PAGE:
I am probably among the last people on the planet to have read Anne Frank’s diary, and given that, this review is probably very redundant. I am doing it nonetheless because it’s one of the best books I’ve read in a long time.
Anne Frank’s was one of the Jewish families that went into hiding during Hitler’s reign. Her diary is a day-to-day account of life in hiding, written between the ages of 13 and 15. Even though it was never intended for public readership, it makes for a smooth storyline and an extremely engaging one at that. It re-emphasizes, time and again, the futility of war.
Anne Frank was 13 when she started writing her diary and I’m 21, and yet, I can relate to everything she writes about growing up in a world where adulthood is defined by age and not maturity of thought.
“We’re all alive, but we don’t know why or what for; we’re all searching for happiness; we’re all leading lives that are different and yet the same… People who are religious should be glad, since not everyone is blessed with the ability to believe in a higher order… Not the fear of God, but upholding your own sense of honor and obeying your own conscience. How noble and good everyone will be if, at the end of each day, they were to review their own behavior and weigh up the rights and wrongs.”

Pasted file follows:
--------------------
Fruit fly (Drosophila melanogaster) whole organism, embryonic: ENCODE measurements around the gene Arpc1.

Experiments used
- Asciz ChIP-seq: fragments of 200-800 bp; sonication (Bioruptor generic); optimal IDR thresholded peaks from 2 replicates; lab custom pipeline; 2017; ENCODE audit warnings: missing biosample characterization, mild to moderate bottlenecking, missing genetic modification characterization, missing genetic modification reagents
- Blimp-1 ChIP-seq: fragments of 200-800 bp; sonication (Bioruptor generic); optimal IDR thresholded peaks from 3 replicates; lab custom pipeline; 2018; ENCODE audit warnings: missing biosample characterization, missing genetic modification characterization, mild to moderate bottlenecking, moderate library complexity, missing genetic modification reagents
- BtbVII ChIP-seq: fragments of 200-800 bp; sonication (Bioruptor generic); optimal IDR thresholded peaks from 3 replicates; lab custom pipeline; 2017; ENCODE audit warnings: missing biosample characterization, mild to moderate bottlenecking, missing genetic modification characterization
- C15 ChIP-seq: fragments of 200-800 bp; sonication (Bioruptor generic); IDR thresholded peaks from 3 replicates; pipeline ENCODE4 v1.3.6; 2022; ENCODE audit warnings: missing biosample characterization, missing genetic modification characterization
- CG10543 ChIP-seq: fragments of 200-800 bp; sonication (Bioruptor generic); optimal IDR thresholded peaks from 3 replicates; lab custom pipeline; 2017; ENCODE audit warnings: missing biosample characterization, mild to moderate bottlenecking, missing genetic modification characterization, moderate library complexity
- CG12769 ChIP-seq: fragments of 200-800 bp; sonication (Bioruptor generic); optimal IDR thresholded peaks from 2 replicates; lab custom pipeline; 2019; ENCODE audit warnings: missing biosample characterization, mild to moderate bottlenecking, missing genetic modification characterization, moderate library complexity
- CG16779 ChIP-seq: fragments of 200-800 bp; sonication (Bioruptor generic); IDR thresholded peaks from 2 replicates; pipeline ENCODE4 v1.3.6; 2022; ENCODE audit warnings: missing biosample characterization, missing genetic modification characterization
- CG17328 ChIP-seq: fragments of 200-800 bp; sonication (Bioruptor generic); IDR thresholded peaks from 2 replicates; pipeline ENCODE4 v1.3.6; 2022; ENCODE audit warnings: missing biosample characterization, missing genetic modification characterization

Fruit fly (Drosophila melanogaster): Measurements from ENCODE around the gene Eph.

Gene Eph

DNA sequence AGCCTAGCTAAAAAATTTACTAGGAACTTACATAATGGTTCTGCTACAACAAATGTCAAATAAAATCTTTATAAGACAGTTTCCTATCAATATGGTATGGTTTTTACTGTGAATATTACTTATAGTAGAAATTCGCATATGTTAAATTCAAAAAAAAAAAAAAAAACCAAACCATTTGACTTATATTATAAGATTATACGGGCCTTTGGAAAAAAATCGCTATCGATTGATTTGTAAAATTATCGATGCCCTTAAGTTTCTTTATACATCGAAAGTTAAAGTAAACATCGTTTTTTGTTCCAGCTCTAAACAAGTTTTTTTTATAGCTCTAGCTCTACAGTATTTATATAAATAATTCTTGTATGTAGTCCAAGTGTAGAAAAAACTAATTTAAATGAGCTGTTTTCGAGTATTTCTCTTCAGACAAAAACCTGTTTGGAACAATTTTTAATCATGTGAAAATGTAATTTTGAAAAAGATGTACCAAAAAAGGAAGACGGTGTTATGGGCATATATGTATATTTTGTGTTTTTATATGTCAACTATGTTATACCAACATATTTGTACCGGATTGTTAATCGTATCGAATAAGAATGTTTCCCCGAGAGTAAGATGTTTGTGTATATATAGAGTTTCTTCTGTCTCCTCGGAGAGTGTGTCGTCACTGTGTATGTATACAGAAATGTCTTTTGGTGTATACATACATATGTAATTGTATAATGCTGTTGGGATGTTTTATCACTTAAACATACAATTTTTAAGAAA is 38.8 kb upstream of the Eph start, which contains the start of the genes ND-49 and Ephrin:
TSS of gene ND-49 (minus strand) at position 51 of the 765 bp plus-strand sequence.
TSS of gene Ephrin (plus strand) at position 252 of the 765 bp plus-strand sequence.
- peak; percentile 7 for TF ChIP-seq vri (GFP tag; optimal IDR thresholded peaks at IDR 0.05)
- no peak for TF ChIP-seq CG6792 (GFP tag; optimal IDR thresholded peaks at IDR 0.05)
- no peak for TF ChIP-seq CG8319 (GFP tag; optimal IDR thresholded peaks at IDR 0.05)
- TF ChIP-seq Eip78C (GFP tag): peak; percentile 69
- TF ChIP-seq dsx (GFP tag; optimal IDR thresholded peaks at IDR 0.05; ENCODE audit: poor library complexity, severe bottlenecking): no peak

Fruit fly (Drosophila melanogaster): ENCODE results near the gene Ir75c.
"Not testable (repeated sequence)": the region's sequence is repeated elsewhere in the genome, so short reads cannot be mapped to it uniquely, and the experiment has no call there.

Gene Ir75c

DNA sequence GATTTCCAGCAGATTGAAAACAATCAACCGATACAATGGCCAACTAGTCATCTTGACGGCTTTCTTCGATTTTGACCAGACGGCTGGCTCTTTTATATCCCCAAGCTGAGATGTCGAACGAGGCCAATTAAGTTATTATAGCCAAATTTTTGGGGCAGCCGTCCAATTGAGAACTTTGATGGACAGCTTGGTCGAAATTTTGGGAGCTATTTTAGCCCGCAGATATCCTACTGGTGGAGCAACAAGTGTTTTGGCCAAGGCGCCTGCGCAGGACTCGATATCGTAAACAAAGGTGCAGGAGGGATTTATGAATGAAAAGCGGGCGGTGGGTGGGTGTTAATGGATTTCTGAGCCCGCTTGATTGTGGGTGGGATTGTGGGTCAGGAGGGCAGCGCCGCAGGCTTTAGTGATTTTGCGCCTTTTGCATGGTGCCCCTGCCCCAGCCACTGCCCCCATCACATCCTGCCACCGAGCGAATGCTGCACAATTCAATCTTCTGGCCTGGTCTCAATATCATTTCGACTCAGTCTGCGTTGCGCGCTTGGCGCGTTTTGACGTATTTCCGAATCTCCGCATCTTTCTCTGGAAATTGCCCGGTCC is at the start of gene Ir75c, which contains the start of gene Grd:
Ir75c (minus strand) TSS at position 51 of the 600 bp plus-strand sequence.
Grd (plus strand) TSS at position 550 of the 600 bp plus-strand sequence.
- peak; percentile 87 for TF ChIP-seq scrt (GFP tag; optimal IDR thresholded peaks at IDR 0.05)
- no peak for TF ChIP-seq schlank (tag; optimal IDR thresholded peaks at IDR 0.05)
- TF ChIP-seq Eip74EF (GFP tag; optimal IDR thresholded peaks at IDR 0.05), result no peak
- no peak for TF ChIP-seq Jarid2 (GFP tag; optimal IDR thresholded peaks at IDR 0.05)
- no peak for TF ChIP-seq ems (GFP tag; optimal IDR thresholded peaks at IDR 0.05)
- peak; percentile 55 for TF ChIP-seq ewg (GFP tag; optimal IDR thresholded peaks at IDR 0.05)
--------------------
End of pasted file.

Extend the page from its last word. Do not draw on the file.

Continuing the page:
In the movie The History Boys, the Professor talks about such a literary relationship with a book,
“The best moments in reading are when you come across something – a thought, a feeling, a way of looking at things – that you’d thought special, particular to you. And here it is, set down by someone else, a person you’ve never met, maybe even someone long dead. And it’s as if a hand has come out, and taken yours.”
Anne Frank’s diary has really inspired me to resume writing my own. I want to document every part of my life, every moment, everything that has ever meant anything to me.
“Paper has more patience than people.” – Anne Frank.